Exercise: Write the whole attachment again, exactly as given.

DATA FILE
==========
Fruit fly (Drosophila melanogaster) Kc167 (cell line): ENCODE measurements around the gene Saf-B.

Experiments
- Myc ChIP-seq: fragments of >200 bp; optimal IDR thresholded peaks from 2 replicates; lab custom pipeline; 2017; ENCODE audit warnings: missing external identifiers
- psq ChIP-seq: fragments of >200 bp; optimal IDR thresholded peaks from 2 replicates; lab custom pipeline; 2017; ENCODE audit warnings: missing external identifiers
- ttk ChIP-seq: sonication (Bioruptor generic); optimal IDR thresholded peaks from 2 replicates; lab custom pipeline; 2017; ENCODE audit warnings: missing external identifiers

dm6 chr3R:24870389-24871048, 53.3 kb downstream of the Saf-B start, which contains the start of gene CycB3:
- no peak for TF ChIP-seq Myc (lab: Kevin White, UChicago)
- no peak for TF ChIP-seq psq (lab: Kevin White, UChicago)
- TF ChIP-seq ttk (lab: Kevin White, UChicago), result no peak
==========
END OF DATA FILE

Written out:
Fruit fly (Drosophila melanogaster) Kc167 (cell line): ENCODE measurements around the gene Saf-B.

Experiments
- Myc ChIP-seq: fragments of >200 bp; optimal IDR thresholded peaks from 2 replicates; lab custom pipeline; 2017; ENCODE audit warnings: missing external identifiers
- psq ChIP-seq: fragments of >200 bp; optimal IDR thresholded peaks from 2 replicates; lab custom pipeline; 2017; ENCODE audit warnings: missing external identifiers
- ttk ChIP-seq: sonication (Bioruptor generic); optimal IDR thresholded peaks from 2 replicates; lab custom pipeline; 2017; ENCODE audit warnings: missing external identifiers

dm6 chr3R:24870389-24871048, 53.3 kb downstream of the Saf-B start, which contains the start of gene CycB3:
- no peak for TF ChIP-seq Myc (lab: Kevin White, UChicago)
- no peak for TF ChIP-seq psq (lab: Kevin White, UChicago)
- TF ChIP-seq ttk (lab: Kevin White, UChicago), result no peak